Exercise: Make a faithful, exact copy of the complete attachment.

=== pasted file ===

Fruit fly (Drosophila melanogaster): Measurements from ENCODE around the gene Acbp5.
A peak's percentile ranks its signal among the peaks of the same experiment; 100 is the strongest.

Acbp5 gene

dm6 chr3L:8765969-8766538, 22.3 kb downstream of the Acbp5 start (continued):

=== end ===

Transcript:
Fruit fly (Drosophila melanogaster): Measurements from ENCODE around the gene Acbp5.
A peak's percentile ranks its signal among the peaks of the same experiment; 100 is the strongest.

Acbp5 gene

dm6 chr3L:8765969-8766538, 22.3 kb downstream of the Acbp5 start (continued):